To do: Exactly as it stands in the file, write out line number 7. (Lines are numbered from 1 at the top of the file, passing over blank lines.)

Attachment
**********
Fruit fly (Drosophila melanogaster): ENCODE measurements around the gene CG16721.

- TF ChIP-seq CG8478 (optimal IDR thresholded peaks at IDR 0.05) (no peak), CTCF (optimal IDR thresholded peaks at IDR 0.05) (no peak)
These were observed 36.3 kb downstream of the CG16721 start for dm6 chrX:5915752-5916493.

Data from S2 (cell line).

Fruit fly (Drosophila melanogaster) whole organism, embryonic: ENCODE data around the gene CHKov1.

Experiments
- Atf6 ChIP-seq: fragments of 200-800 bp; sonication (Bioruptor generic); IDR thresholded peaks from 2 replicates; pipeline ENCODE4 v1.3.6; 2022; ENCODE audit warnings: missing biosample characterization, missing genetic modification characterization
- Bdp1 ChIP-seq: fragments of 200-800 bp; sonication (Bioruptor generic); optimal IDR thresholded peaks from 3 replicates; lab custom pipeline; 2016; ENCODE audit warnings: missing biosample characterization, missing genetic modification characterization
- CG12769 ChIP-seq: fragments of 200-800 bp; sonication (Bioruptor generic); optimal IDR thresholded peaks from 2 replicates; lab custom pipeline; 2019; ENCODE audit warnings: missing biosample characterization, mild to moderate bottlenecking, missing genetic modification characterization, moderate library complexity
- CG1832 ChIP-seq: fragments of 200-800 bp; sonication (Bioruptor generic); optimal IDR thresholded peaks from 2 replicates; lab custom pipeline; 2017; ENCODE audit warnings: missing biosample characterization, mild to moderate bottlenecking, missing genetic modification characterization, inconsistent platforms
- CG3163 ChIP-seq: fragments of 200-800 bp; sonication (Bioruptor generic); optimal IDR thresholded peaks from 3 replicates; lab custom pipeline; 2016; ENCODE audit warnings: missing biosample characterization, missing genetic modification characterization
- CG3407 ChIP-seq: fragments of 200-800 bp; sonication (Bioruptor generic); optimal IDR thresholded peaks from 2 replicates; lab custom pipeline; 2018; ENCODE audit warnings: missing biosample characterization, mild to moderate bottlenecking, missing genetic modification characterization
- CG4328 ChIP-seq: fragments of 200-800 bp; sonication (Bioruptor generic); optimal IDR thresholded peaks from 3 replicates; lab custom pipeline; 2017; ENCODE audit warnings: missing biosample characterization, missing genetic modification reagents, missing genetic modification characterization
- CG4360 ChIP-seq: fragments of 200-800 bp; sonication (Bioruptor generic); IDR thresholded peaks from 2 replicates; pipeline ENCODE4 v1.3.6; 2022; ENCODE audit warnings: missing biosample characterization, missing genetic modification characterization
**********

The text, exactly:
- Atf6 ChIP-seq: fragments of 200-800 bp; sonication (Bioruptor generic); IDR thresholded peaks from 2 replicates; pipeline ENCODE4 v1.3.6; 2022; ENCODE audit warnings: missing biosample characterization, missing genetic modification characterization